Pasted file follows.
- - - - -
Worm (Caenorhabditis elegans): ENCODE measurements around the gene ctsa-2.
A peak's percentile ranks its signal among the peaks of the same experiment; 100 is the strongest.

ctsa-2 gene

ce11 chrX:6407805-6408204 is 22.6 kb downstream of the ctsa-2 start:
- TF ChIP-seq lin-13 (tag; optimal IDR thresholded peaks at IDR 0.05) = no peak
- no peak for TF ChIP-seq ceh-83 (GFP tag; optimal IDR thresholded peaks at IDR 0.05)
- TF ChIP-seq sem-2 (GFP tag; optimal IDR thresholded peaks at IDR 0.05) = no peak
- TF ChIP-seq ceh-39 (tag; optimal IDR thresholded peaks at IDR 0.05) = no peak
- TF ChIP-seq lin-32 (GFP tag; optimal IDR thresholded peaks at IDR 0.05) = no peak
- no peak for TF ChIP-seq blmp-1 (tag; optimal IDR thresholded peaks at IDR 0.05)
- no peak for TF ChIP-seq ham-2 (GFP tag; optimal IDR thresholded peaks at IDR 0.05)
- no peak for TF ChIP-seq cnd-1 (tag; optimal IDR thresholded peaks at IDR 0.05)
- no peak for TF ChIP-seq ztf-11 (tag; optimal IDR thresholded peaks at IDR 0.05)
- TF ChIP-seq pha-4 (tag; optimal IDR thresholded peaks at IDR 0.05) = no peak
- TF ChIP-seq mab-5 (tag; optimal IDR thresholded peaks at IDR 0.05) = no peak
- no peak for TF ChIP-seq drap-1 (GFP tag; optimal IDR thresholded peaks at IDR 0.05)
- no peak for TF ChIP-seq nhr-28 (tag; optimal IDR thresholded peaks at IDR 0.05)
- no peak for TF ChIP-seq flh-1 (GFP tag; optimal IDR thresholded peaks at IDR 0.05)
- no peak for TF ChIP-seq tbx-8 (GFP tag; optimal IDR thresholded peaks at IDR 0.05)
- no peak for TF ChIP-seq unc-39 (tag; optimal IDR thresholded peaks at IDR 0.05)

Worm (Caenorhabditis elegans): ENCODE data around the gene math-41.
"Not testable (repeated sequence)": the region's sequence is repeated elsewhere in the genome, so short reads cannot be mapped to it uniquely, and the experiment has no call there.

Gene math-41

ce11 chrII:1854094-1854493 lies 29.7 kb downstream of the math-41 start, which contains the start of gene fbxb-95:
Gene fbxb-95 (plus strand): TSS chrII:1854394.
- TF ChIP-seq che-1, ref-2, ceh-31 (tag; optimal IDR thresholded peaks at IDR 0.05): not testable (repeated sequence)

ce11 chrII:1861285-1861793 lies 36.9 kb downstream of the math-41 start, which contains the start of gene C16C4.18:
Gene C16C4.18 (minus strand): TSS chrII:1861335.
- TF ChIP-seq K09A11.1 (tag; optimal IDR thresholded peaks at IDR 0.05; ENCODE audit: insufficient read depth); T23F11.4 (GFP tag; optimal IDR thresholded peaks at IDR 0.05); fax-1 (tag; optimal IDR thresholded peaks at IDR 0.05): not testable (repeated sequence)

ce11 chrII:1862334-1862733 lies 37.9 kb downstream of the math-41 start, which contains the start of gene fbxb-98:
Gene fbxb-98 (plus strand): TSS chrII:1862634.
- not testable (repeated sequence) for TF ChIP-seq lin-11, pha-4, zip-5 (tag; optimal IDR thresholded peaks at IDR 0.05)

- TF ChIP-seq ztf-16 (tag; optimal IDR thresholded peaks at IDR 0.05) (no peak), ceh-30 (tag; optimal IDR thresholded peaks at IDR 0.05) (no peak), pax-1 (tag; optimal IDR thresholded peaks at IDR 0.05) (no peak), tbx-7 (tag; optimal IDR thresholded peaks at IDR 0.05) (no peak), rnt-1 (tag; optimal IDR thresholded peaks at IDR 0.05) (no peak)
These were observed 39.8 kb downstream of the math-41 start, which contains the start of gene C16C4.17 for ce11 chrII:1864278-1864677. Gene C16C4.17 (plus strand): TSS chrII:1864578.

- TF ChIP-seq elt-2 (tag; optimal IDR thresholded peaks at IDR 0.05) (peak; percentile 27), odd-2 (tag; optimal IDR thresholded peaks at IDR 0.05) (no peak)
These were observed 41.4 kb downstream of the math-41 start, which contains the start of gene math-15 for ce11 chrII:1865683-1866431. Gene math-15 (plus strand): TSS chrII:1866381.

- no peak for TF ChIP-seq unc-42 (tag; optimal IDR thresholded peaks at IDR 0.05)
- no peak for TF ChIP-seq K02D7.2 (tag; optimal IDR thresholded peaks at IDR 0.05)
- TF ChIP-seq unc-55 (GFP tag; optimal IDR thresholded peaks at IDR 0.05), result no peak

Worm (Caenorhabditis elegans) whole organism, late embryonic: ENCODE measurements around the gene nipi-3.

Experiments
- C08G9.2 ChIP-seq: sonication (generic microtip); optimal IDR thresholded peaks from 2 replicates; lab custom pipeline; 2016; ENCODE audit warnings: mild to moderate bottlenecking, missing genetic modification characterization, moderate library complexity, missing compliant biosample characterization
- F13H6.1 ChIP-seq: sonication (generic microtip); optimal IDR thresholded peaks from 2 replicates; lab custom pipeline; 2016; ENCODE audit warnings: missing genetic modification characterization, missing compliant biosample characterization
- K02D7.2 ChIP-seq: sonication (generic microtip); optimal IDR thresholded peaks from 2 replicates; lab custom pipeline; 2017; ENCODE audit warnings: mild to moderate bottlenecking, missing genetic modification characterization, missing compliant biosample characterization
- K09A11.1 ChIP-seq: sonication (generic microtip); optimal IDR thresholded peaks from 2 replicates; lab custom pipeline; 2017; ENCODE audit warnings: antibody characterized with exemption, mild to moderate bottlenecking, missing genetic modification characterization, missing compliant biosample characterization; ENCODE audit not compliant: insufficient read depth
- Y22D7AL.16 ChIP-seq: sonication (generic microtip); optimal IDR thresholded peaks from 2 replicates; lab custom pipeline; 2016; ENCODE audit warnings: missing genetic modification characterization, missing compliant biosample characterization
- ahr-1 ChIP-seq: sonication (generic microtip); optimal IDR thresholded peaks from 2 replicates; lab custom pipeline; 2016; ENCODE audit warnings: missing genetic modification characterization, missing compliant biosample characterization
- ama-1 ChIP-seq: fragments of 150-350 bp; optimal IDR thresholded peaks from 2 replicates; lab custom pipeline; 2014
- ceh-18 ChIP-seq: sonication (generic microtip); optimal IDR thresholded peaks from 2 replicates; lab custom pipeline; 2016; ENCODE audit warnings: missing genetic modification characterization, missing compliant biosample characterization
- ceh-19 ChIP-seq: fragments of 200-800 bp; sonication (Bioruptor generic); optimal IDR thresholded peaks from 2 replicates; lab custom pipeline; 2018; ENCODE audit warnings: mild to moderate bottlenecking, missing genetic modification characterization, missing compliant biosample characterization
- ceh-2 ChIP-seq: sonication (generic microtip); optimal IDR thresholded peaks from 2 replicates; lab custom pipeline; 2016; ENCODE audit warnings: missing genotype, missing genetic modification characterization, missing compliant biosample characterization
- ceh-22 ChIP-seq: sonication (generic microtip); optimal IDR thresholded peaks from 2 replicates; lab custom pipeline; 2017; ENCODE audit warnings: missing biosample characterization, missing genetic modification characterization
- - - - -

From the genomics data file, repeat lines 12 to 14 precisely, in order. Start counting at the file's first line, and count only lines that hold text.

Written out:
- no peak for TF ChIP-seq cnd-1 (tag; optimal IDR thresholded peaks at IDR 0.05)
- no peak for TF ChIP-seq ztf-11 (tag; optimal IDR thresholded peaks at IDR 0.05)
- TF ChIP-seq pha-4 (tag; optimal IDR thresholded peaks at IDR 0.05) = no peak